Relinquishing power, exploitation and political unemployment in democratic organizations
Carmen Bevia (),
Luis Corchon () and
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Antonio Romero-Medina: Universidad Carlos III de Madrid
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Social Choice and Welfare, 2017, vol. 49, issue 3, 735-753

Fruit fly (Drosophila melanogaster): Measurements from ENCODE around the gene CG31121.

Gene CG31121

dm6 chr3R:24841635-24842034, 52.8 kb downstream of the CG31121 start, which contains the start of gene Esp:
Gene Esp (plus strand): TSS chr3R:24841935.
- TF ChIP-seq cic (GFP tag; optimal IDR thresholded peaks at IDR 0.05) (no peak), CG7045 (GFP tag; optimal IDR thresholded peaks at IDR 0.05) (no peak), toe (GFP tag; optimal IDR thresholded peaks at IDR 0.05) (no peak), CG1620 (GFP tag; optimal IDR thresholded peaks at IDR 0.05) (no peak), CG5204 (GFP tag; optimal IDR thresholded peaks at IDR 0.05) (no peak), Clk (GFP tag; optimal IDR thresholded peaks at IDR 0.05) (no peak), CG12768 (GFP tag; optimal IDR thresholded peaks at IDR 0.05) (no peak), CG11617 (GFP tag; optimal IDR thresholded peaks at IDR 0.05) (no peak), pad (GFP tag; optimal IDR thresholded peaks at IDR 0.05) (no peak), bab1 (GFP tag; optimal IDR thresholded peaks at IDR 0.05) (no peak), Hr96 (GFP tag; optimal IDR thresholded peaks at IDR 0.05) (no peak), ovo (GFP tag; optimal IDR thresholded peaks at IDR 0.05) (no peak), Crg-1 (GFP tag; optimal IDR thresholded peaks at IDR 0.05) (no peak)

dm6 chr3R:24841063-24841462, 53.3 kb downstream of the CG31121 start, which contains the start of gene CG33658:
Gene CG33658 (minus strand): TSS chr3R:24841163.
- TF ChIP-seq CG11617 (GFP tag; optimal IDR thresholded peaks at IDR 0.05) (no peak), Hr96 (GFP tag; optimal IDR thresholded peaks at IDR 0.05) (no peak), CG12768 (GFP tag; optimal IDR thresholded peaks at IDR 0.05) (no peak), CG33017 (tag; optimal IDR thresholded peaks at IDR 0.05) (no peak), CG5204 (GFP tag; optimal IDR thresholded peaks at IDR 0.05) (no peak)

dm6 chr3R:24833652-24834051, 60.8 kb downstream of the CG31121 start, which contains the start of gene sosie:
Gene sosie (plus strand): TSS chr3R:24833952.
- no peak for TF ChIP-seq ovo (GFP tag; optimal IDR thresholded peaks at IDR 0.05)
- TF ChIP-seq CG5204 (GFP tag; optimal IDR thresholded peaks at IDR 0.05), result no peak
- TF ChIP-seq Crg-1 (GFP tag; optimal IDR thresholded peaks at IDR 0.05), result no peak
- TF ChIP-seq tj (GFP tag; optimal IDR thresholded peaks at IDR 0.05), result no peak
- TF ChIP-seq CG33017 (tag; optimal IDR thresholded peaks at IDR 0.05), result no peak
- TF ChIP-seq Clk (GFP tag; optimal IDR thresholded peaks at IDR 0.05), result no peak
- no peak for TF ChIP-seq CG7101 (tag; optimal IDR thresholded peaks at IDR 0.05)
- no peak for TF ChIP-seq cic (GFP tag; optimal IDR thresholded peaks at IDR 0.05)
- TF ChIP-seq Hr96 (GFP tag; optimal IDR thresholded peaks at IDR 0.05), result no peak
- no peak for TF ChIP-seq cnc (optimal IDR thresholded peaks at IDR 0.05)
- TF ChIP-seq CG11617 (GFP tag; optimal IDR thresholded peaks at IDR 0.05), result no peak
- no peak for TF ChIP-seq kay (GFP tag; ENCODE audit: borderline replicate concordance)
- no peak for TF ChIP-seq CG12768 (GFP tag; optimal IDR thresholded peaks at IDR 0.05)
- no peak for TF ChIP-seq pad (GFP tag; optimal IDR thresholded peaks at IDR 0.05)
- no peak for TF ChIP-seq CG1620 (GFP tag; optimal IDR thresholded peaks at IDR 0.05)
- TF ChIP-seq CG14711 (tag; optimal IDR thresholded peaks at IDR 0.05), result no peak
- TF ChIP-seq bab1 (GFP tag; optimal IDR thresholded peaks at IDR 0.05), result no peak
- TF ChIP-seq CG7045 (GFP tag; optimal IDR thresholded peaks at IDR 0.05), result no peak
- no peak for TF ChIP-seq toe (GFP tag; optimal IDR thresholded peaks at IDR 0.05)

Abstract We analyze the evolution of organizations which take decisions on whom to hire and how to share the output by plurality voting. Agents are grouped in three classes, high, medium and low productivity. We study the evolution of political power and show that in some cases, rational agents who value the future may yield political power to another class. This is what we call the relinquish effect. We show that high productivity agents may receive less than their individual output, i.e. exploitation is possible. We also show that high productivity agents may be left out in the cold because their entrance in an organization may threaten the dominance of other classes. We call this political unemployment.
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